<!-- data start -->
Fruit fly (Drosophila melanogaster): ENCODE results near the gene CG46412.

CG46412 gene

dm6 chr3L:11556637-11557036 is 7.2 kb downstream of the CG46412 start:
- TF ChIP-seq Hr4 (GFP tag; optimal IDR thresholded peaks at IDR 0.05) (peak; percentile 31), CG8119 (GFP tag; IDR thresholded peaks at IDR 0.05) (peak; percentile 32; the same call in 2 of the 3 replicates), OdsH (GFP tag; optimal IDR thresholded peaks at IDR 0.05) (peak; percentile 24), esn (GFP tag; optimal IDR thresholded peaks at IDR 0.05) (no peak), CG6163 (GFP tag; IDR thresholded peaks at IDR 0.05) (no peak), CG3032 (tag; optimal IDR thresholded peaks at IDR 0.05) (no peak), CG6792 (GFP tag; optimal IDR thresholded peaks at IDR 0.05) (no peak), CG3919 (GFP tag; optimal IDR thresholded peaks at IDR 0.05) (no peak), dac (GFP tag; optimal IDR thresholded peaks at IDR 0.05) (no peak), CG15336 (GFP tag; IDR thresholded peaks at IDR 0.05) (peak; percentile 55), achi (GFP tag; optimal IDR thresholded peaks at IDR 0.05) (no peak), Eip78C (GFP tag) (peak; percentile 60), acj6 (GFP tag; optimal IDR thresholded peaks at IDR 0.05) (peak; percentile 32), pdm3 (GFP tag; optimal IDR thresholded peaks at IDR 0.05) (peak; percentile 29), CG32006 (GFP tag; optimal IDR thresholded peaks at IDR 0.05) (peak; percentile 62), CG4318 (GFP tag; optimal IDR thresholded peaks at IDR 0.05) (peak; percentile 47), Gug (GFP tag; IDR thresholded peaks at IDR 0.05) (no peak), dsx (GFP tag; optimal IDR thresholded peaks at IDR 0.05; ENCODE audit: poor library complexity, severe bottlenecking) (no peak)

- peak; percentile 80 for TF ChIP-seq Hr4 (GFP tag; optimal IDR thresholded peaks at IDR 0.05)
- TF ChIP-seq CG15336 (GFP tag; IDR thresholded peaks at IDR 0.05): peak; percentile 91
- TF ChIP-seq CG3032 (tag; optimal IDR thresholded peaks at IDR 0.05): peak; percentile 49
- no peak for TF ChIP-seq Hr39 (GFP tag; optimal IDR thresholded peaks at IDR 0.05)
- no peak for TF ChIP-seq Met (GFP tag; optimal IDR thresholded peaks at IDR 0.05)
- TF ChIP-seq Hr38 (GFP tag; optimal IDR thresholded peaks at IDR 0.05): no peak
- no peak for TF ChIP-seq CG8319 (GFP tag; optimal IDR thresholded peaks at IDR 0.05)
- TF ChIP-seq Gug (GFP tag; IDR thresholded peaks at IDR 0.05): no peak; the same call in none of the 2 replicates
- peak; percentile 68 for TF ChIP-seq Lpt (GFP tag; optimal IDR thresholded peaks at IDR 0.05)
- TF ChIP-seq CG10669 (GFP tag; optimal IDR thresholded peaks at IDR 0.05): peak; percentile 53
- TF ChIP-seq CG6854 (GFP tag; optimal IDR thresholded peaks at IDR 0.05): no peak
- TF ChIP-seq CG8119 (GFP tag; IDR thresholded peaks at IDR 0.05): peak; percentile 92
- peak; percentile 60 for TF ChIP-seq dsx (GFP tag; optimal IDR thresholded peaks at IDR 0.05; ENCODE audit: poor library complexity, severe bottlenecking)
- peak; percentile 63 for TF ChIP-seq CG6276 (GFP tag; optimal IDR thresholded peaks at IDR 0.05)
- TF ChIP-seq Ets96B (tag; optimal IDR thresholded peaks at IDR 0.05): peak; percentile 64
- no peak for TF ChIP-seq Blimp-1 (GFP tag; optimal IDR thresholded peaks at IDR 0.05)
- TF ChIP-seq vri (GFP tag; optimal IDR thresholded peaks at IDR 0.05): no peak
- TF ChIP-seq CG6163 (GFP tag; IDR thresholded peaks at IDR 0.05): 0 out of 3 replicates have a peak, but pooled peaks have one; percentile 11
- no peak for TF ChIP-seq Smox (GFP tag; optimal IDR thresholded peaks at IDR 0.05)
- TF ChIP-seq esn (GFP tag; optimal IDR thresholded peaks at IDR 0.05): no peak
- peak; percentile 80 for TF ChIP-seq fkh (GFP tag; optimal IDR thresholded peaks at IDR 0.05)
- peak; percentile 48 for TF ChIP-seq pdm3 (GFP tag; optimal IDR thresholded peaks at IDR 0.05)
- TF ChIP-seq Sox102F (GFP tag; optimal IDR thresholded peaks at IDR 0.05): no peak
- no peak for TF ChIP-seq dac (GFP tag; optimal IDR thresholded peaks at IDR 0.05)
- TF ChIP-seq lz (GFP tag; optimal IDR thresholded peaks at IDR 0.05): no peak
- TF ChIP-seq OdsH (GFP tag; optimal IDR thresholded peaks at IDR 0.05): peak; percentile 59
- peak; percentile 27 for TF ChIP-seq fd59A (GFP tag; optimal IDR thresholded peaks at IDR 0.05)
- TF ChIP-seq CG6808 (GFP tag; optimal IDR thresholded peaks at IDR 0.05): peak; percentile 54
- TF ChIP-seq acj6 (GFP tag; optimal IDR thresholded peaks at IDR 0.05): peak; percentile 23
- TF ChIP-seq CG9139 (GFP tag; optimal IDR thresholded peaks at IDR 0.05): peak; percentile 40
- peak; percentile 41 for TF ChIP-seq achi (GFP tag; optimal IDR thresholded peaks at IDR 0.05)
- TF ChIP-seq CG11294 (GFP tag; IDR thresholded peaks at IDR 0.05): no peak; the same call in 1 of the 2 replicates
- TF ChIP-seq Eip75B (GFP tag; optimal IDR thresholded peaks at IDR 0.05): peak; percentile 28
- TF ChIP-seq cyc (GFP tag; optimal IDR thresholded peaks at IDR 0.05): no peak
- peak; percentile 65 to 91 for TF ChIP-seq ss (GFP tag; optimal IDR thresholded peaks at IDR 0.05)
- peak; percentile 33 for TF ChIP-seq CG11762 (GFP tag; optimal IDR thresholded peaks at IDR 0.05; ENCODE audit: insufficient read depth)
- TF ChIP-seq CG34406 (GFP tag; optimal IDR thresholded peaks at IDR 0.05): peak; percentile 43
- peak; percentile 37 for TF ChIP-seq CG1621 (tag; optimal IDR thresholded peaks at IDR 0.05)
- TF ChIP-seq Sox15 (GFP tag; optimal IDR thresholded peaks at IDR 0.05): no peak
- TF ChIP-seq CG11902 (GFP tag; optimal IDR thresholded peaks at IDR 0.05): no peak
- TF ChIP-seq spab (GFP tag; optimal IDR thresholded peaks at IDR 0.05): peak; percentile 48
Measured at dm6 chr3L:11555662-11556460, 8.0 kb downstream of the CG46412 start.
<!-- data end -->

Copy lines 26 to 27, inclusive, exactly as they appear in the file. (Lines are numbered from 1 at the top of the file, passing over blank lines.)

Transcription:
- peak; percentile 48 for TF ChIP-seq pdm3 (GFP tag; optimal IDR thresholded peaks at IDR 0.05)
- TF ChIP-seq Sox102F (GFP tag; optimal IDR thresholded peaks at IDR 0.05): no peak